A strong argument is being made internationally for pulse oximetry newborn screening to be introduced for early diagnosis of major congenital heart disease (mCHD) in the newborn; however, despite its importance, this may be too narrow a perspective. Pulse oximetry can identify newborns with some (but not all) forms of mCHD.[1-3] Early diagnosis also reduces morbidity and mortality in some mCHD lesion groups. Several studies have now confirmed that screening patients in their newborn populations identifies mCHD prior to the onset of symptoms in some. The benefits of early diagnosis are already well demonstrated in the literature reviewing outcomes after prenatal detection of mCHD with obstetric anomaly screening and fetal cardiology input.[4, 5]
The American Academy of Pediatrics have supported pulse oximetry screening for the identification of mCHD, and the US Department of Health and Human Services has recommended oximetry screening and tasked the CDC and NIH with responsibilities related to this. The CDC recommends that after a confirmed positive screening result, ‘any infant with a positive screen should have a diagnostic echocardiogram, which would involve an echocardiogram within the hospital or birthing center [sic], transport to another institution for the procedure, or use of telemedicine for remote evaluation'. This care cascade, also proposed in other publications, does not formally engage medical assessment and triage prior to echocardiography.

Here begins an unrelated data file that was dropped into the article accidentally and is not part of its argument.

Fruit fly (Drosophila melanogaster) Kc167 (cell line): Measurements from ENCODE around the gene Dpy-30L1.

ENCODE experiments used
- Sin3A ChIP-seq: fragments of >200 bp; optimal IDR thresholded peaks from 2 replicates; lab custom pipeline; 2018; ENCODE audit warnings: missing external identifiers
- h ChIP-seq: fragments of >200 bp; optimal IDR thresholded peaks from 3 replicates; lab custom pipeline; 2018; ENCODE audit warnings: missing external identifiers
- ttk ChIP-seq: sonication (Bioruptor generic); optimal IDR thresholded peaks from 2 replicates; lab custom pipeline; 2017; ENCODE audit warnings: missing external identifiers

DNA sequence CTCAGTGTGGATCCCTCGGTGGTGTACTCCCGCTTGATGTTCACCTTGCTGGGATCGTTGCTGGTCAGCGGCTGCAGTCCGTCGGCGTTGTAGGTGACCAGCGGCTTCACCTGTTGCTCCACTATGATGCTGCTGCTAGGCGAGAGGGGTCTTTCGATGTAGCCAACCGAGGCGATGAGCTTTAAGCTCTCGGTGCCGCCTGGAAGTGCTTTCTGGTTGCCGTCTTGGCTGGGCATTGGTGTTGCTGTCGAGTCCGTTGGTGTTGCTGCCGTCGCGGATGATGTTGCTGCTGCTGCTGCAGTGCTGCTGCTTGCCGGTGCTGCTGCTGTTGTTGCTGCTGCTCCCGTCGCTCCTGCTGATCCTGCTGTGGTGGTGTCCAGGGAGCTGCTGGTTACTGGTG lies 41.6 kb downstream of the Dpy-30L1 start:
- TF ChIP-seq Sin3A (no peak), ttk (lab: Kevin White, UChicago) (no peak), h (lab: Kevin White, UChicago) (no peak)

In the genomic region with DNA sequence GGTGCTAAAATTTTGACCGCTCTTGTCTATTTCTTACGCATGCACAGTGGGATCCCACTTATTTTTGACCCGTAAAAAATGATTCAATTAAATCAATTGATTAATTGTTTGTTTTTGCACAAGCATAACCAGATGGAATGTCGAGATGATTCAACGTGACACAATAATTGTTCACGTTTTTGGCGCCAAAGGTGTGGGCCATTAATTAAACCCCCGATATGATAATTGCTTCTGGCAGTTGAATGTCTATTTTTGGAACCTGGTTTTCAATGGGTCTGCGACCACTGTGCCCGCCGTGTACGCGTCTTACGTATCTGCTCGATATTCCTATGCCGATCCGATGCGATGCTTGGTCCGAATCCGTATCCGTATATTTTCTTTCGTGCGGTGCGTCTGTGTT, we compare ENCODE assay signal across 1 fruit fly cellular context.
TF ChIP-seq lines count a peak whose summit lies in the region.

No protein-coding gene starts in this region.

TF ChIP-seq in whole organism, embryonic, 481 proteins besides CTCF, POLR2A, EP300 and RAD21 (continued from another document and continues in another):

Other factors will influence the applicability, efficacy and identification rate of a pulse oximetry screening programme. Locally, the likelihood of fetal diagnosis of major neonatal cardiac lesions exceeds 60% in many Australian states,[4, 7] reducing the chance of an undiagnosed newborn presentation of mCHD. The case identification rate in most reported series suggests that the additional load for paediatric cardiology programmes is small.[8, 9] The identification rate of mCHD in Bhola et al.'s paper is 0.02% and consistent with local prenatal detection rates of major lesions. Further, to satisfy the Wilson and Jungner criteria for screening for other countries and communities, practical considerations will come into play. These include the distances and resources involved in transfer after a positive finding, the availability of reliable oximeters, expert neonatal cardiac imaging, cardiac assessment, and in some countries with limited resources, downstream treatment options.